For a generation too young to remember National Geographic specials and Disney's "True-Life Adventures," the documentary "Earth" should be an exciting journey through our natural world.
For those of us who do remember such nature films, it's a welcome return trip around the planet.
Directors Alistair Fothergill and Mark Linfield, who spearheaded the massive BBC/Discovery Channel miniseries "Planet Earth," shot the footage for this Disney-released doc at the same time as the TV series. The main difference is one of scale, as the filmmakers find images simply too big and detailed for home viewing. For example, there's one glorious aerial view of a flock of geese, maybe a dozen or so -- until the camera pulls back and you see that it's hundreds, and then thousands, of white specks moving through the air.
The film is organized into a narrative of sorts, following the path of the sun and how the tilt of the earth gives us the seasons. Those seasons are quite pronounced above the Arctic Circle and in the waters around Antarctica, where the sun never sets in the summer and disappears altogether in the winter.
In the Arctic, the film follows a family of polar bears -- a mother tending to two cubs, while the father desperately hunts for seals on the shrinking ice shelf. In the ocean, a humpback whale and its calf swim thousands of miles toward the rich feeding grounds near Antarctica. Meanwhile, in the heat of Africa's Kalahari desert, a mother elephant protects her calf from heat and prowling lions as their herd migrates toward the rich waters of the Okavango Delta region.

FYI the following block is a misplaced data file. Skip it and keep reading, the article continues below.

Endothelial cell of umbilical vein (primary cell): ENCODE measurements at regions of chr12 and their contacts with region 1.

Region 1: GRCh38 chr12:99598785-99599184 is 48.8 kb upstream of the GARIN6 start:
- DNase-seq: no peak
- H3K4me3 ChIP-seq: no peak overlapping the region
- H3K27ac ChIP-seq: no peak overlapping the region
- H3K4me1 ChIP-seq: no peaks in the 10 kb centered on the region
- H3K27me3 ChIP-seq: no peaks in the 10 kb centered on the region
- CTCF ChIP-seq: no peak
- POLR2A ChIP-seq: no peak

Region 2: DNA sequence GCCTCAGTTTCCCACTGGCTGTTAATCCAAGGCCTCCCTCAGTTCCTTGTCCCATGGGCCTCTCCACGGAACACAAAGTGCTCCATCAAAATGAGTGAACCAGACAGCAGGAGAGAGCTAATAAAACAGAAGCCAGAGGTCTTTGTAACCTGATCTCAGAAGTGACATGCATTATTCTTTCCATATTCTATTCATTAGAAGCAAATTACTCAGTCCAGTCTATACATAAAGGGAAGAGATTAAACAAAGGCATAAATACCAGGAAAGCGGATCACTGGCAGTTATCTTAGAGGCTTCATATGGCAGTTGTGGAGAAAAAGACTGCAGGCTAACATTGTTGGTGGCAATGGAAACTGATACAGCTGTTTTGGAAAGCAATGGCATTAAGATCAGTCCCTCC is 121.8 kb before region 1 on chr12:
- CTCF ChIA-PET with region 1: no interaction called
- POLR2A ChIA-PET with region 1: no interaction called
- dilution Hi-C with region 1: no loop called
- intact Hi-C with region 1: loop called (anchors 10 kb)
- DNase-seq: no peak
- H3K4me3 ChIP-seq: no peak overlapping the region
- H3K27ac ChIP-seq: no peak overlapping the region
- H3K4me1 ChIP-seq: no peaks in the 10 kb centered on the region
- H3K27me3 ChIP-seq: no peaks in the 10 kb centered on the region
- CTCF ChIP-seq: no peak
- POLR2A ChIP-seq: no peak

Augmenting these three main stories, of mother animals raising their children, are moments of beauty and natural drama: A cheetah rounding the turn to catch a gazelle, mandarin ducklings falling from the nest for the first time, iridescent birds of paradise seeking mates, flowers growing in stunning time-lapse, and more. (Note to parents: In scenes like the gazelle hunt, the film cuts away before nature gets too "red in tooth and claw," as Tennyson wrote.)
The score, by George Fenton ("Gandhi," "The Fisher King"), complements the footage without overwhelming it. The narration -- written by Leslie Megahey and intoned by James Earl Jones -- rarely falls into the trap of anthropomorphizing these animals' lives, and only occasionally telegraphs the movie's message that these creatures and their habitats are threatened by global climate change. It's a message that doesn't need too much underlining, particularly when you see the polar bear's plight, struggling to survive in a rapidly changing icescape.
The makers of the "Planet Earth" miniseries saved some footage that's too big for TV.
Where » Theaters everywhere.
When » Opens Wednesday.
Rating » G.
Running time » 90 minutes